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N.C. Opinions: Raleigh

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Fake isn’t fair at UNC

From an editorial Thursday in the (Raleigh) News & Observer:

Athletes and other students who took bogus African and Afro-American Studies classes at the University of North Carolina at Chapel Hill didn’t learn much, if anything. But the people of North Carolina are getting an impressively broad education in how bad things got at UNC.

The latest enlightenment comes from the Southern Association of Colleges and Schools’ Commission on Colleges, the agency that monitors whether a school is providing proper instruction and awards accreditation based on its review.

SACS president Belle Wheelan has written the university indicating the degrees awarded to an unknown number of students may be as suspect as the courses because they were awarded based in part on the completion of “aberrant” courses that didn’t meet basic academic standards.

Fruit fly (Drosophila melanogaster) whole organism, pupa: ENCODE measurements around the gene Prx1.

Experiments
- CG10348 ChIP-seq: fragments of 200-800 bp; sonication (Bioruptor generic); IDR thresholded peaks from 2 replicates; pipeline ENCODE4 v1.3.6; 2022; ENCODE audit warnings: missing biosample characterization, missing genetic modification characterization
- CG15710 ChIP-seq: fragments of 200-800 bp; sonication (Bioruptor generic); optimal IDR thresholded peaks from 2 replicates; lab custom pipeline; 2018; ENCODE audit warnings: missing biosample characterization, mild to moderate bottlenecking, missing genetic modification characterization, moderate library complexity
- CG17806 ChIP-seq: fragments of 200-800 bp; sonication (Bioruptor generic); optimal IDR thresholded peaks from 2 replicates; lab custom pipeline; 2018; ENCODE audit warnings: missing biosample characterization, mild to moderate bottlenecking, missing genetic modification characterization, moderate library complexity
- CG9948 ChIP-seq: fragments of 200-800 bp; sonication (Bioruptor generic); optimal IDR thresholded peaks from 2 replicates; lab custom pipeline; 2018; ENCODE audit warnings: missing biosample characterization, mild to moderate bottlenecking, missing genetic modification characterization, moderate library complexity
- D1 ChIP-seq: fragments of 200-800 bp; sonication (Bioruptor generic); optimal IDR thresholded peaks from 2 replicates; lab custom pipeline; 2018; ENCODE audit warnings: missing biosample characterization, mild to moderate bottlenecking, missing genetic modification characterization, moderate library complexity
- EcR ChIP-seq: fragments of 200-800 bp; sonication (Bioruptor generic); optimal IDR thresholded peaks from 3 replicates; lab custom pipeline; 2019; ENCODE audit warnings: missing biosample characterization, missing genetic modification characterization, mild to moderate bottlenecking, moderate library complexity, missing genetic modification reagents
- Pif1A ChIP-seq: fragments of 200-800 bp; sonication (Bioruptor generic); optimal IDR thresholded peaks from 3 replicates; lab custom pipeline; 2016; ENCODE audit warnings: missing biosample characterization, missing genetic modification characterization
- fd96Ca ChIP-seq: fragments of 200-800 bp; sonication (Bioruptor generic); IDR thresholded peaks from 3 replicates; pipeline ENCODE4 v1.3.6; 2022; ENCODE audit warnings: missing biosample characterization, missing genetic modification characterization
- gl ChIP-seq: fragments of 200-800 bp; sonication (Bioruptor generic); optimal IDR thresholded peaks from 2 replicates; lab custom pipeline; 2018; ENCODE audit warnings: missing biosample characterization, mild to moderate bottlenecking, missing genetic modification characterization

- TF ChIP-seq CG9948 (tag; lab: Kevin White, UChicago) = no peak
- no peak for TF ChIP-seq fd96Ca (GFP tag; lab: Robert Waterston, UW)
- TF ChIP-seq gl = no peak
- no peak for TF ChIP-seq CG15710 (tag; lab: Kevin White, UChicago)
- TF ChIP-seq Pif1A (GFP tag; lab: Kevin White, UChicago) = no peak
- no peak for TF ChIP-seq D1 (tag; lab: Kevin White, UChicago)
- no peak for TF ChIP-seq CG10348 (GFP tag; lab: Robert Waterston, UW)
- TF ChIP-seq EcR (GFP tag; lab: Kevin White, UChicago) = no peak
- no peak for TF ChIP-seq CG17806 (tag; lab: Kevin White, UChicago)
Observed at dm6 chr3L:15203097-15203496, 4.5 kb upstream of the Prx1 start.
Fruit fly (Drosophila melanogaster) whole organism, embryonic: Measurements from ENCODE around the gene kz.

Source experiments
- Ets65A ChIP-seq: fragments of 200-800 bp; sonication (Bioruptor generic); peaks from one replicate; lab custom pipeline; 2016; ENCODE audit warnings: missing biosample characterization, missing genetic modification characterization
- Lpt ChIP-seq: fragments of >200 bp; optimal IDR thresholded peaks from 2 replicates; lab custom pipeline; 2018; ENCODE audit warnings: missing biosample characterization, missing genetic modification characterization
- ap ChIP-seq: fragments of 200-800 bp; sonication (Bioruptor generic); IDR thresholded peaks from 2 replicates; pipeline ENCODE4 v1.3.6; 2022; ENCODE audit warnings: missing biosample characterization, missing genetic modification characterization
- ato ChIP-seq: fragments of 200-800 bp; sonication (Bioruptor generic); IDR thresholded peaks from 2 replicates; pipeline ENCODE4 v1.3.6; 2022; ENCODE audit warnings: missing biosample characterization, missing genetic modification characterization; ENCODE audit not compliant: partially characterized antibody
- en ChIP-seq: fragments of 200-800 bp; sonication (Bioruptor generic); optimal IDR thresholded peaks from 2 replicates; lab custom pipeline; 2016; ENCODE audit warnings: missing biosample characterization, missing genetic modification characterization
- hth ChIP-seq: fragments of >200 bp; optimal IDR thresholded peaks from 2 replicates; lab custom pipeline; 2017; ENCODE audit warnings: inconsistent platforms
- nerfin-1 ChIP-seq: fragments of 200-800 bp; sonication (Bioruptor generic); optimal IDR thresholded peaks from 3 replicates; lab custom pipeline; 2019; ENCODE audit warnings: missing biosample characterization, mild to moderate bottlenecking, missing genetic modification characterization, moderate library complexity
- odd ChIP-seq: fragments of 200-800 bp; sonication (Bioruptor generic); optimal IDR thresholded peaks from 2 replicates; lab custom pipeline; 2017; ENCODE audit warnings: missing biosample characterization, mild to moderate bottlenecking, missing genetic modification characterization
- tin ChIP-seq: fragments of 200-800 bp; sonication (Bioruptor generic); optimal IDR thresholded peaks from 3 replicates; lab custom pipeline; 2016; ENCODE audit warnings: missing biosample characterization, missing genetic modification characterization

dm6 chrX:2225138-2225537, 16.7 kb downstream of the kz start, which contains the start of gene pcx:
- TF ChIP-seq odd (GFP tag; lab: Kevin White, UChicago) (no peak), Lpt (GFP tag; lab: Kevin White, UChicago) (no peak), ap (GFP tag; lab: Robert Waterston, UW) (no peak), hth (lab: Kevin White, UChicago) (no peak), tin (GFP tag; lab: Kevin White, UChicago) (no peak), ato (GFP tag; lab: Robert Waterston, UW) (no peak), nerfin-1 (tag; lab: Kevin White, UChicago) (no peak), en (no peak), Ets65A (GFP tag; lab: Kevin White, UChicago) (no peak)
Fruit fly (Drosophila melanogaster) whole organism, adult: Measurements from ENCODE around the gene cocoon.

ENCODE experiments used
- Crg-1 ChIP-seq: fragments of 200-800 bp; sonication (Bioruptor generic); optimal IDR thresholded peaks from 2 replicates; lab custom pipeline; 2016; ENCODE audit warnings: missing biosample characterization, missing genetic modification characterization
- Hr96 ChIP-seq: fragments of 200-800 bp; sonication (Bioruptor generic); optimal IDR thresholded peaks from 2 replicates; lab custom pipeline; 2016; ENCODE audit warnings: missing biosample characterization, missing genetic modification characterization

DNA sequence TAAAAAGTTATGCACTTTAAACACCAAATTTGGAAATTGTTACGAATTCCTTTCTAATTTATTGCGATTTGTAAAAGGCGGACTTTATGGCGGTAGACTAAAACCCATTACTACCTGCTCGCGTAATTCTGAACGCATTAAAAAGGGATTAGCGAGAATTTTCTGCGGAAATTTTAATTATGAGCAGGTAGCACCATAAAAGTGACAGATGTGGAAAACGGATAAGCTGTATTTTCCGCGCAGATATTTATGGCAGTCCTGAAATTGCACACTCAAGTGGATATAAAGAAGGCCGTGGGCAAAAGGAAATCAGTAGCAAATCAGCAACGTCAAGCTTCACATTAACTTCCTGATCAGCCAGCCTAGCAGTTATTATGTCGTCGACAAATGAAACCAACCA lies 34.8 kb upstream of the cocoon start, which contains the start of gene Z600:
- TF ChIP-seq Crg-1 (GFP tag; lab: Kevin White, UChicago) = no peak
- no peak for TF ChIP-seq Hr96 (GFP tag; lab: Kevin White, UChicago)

So now we have an accrediting agency executive saying there’s something illegitimate not only about some UNC courses, but also some UNC degrees.

And that raises a question about UNC athletes who took the courses in highly disproportionate numbers dating back to at least 2001. If the African studies courses aren’t considered legitimate in terms of a degree, how could they be legitimate in terms of athletic eligibility?

Is it fair that UNC’s athletic opponents who worked to stay academically eligible faced UNC players who were eligible only because they passed courses that were, in SACS’ opinion, not courses?

The SACS concerns should resound like gongs in Indianapolis, where the NCAA is supposedly watching out for the use of ineligible players and imposing penalties. But the NCAA has long since proved itself unwilling to investigate whether UNC’s bogus classes made for bogus players.

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